CARACAS, Venezuela (AP) — Venezuelan presidential candidate Henrique Capriles is calling for "balanced elections" and criticizing the use of government money and slanted coverage in state media as President Hugo Chavez seeks re-election.
The winner of Sunday's opposition primary vote is also criticizing Chavez's economic policies, saying his expropriations of companies have been a failure.
Capriles warned that newly stiffened price controls won't work and that affected items such as deodorant will become scarce.
Capriles said at a news conference Monday that after the vote, "Venezuela woke up with a new political reality."
The 39-year-old opposition candidate is governor of Miranda state and will face Chavez in an Oct. 7 election.
THIS IS A BREAKING NEWS UPDATE. Check back soon for further information. AP's earlier story is below.
CARACAS, Venezuela (AP) — Now that Henrique Capriles has easily won Venezuela's first-ever opposition presidential primary, he's not just up against any other incumbent. The young governor will have to defeat a veritable political phenomenon.
Even after 13 years in office, President Hugo Chavez remains a hero to many of his supporters and maintains a visceral connection to a significant segment of the poor in Venezuela. He also will likely use the full powers of his government and a bonanza of public spending to seek victory in the Oct. 7 election.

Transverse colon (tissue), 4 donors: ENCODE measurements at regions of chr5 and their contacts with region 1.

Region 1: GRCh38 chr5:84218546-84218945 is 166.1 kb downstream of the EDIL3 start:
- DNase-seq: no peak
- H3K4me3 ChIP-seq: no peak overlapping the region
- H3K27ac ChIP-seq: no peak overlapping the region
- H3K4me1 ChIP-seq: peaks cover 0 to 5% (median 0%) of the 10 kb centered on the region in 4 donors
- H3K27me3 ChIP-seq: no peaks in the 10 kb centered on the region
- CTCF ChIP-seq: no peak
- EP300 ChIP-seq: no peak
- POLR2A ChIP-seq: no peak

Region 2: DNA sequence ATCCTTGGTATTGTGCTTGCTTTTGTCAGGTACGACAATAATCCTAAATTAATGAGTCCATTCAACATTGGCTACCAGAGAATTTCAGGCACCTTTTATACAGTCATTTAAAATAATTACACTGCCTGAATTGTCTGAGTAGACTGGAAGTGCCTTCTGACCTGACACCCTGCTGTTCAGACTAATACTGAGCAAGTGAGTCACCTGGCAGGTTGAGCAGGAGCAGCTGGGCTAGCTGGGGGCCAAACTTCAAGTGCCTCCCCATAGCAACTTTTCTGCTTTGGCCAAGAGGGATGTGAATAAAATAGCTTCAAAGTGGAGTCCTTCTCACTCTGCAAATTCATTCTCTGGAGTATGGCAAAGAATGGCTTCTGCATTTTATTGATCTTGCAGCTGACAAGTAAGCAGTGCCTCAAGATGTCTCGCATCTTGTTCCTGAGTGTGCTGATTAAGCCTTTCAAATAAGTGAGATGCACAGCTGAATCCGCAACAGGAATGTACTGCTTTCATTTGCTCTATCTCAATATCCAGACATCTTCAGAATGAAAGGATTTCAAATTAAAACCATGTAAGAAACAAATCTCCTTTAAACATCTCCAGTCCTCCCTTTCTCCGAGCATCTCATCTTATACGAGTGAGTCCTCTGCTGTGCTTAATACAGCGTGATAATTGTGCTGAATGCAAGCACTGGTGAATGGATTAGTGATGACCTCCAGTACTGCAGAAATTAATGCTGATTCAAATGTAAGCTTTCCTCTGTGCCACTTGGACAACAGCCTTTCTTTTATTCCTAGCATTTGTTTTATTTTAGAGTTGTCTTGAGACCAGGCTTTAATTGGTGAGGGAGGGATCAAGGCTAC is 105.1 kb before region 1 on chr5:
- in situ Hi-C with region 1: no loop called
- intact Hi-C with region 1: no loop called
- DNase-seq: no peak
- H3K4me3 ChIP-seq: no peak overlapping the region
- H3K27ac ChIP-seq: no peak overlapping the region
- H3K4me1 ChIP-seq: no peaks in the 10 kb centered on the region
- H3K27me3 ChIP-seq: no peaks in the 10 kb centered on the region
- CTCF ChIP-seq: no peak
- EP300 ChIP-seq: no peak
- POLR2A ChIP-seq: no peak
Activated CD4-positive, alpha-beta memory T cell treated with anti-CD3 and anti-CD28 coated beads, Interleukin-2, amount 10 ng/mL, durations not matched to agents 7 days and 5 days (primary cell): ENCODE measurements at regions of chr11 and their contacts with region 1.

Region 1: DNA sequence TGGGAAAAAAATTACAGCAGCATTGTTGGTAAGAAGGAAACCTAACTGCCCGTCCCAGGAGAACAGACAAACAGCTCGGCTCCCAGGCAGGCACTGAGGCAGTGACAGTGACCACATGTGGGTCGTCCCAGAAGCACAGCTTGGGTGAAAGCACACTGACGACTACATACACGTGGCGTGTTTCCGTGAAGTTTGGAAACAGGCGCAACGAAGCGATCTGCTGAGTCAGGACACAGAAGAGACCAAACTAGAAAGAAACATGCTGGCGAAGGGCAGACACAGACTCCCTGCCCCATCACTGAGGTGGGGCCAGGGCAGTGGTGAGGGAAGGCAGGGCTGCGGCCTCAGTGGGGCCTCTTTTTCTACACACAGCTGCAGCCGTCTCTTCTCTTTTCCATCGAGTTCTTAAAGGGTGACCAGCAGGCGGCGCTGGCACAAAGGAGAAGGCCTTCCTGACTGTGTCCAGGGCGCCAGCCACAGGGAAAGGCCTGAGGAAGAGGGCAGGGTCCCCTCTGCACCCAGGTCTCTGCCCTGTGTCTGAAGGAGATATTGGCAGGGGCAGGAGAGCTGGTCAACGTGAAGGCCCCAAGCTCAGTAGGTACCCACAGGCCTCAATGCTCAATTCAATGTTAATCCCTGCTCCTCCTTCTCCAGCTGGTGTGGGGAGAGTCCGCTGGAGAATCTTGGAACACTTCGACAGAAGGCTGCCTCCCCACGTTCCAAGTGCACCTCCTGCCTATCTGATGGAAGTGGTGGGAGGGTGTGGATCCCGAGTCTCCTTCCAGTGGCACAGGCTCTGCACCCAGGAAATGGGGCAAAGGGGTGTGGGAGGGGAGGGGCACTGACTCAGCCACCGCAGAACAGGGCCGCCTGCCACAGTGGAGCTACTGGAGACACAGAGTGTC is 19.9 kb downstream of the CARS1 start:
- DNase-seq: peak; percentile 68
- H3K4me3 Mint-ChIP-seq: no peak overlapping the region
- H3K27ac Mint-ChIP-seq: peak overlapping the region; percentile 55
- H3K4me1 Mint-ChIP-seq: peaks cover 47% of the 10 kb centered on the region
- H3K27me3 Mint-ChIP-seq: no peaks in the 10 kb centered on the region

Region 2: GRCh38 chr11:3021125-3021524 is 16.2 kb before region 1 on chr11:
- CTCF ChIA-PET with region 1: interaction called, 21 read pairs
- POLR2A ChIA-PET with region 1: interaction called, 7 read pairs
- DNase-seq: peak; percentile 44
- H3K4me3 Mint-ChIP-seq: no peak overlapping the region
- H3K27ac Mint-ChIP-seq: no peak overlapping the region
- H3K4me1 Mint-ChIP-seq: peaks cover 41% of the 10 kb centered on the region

In order to compete, Capriles will need to win over voters who leaned pro-Chavez in the past, who have grown disillusioned with the government and don't strongly identify with either side.
"We came here to unite our nation," Capriles told thousands of supporters in a victory speech. "It isn't the time of lefts or rights. It's the time of all Venezuelans."
Venezuela has grown heavily polarized, with most either admiring or despising Chavez. About one-fourth of voters are in neither political camp, though, and in that group about 10 to 15 percent are likely to cast ballots, said pollster Luis Vicente Leon. Many of the swing voters are young people who have grown up during Chavez's presidency, Leon said.
Capriles will need voters such as 21-year-old Mariangela Aguero, who was 9 when Chavez was first elected in 1998 and remembers her father celebrating in their poor neighborhood when the former army officer won.
Since then, Aguero's mother has benefited from a government program that provided construction supplies to build a new home, and in her neighborhood many are in Chavez's camp.
"He has a lot of followers," said Aguero, who works at a store selling yarn and buttons. "I think it would be tough for him to end up leaving the government."